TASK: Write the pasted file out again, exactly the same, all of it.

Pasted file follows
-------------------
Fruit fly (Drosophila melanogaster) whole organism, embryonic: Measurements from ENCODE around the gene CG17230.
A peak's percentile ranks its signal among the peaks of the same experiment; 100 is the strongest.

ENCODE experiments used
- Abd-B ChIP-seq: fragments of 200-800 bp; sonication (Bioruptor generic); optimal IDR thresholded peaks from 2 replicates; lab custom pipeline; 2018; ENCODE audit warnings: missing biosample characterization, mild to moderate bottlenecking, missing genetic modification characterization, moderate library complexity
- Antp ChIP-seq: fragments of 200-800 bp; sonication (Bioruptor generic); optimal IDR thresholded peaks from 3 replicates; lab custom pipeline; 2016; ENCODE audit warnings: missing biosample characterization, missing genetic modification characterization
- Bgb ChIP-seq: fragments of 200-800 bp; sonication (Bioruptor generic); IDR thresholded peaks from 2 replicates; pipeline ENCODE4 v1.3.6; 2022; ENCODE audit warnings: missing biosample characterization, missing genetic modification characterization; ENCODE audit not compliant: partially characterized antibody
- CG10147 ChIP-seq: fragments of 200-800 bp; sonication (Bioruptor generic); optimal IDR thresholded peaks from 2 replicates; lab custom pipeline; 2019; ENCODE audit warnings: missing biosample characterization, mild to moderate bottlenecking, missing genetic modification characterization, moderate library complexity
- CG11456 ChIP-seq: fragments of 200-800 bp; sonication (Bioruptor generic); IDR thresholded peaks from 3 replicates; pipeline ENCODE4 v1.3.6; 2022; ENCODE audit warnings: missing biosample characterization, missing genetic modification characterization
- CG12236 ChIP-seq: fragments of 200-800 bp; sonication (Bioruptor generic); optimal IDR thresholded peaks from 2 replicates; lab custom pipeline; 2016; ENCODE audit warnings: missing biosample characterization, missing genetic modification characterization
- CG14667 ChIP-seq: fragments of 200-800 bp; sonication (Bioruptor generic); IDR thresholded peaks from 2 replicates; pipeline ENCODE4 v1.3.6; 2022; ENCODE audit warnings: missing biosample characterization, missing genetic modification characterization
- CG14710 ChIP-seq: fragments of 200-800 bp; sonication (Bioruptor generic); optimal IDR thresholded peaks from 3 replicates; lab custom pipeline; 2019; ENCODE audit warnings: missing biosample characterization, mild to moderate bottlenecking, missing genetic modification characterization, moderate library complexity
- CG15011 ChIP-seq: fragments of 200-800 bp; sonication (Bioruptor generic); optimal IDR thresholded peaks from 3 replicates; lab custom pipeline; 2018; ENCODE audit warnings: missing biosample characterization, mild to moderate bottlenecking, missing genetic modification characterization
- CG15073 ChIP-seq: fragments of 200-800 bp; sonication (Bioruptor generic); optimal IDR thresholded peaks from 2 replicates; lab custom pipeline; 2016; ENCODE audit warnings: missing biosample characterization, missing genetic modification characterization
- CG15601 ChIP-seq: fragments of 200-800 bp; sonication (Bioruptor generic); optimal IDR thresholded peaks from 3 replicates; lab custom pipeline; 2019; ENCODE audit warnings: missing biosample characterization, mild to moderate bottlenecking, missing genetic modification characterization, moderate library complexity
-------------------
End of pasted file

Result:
Fruit fly (Drosophila melanogaster) whole organism, embryonic: Measurements from ENCODE around the gene CG17230.
A peak's percentile ranks its signal among the peaks of the same experiment; 100 is the strongest.

ENCODE experiments used
- Abd-B ChIP-seq: fragments of 200-800 bp; sonication (Bioruptor generic); optimal IDR thresholded peaks from 2 replicates; lab custom pipeline; 2018; ENCODE audit warnings: missing biosample characterization, mild to moderate bottlenecking, missing genetic modification characterization, moderate library complexity
- Antp ChIP-seq: fragments of 200-800 bp; sonication (Bioruptor generic); optimal IDR thresholded peaks from 3 replicates; lab custom pipeline; 2016; ENCODE audit warnings: missing biosample characterization, missing genetic modification characterization
- Bgb ChIP-seq: fragments of 200-800 bp; sonication (Bioruptor generic); IDR thresholded peaks from 2 replicates; pipeline ENCODE4 v1.3.6; 2022; ENCODE audit warnings: missing biosample characterization, missing genetic modification characterization; ENCODE audit not compliant: partially characterized antibody
- CG10147 ChIP-seq: fragments of 200-800 bp; sonication (Bioruptor generic); optimal IDR thresholded peaks from 2 replicates; lab custom pipeline; 2019; ENCODE audit warnings: missing biosample characterization, mild to moderate bottlenecking, missing genetic modification characterization, moderate library complexity
- CG11456 ChIP-seq: fragments of 200-800 bp; sonication (Bioruptor generic); IDR thresholded peaks from 3 replicates; pipeline ENCODE4 v1.3.6; 2022; ENCODE audit warnings: missing biosample characterization, missing genetic modification characterization
- CG12236 ChIP-seq: fragments of 200-800 bp; sonication (Bioruptor generic); optimal IDR thresholded peaks from 2 replicates; lab custom pipeline; 2016; ENCODE audit warnings: missing biosample characterization, missing genetic modification characterization
- CG14667 ChIP-seq: fragments of 200-800 bp; sonication (Bioruptor generic); IDR thresholded peaks from 2 replicates; pipeline ENCODE4 v1.3.6; 2022; ENCODE audit warnings: missing biosample characterization, missing genetic modification characterization
- CG14710 ChIP-seq: fragments of 200-800 bp; sonication (Bioruptor generic); optimal IDR thresholded peaks from 3 replicates; lab custom pipeline; 2019; ENCODE audit warnings: missing biosample characterization, mild to moderate bottlenecking, missing genetic modification characterization, moderate library complexity
- CG15011 ChIP-seq: fragments of 200-800 bp; sonication (Bioruptor generic); optimal IDR thresholded peaks from 3 replicates; lab custom pipeline; 2018; ENCODE audit warnings: missing biosample characterization, mild to moderate bottlenecking, missing genetic modification characterization
- CG15073 ChIP-seq: fragments of 200-800 bp; sonication (Bioruptor generic); optimal IDR thresholded peaks from 2 replicates; lab custom pipeline; 2016; ENCODE audit warnings: missing biosample characterization, missing genetic modification characterization
- CG15601 ChIP-seq: fragments of 200-800 bp; sonication (Bioruptor generic); optimal IDR thresholded peaks from 3 replicates; lab custom pipeline; 2019; ENCODE audit warnings: missing biosample characterization, mild to moderate bottlenecking, missing genetic modification characterization, moderate library complexity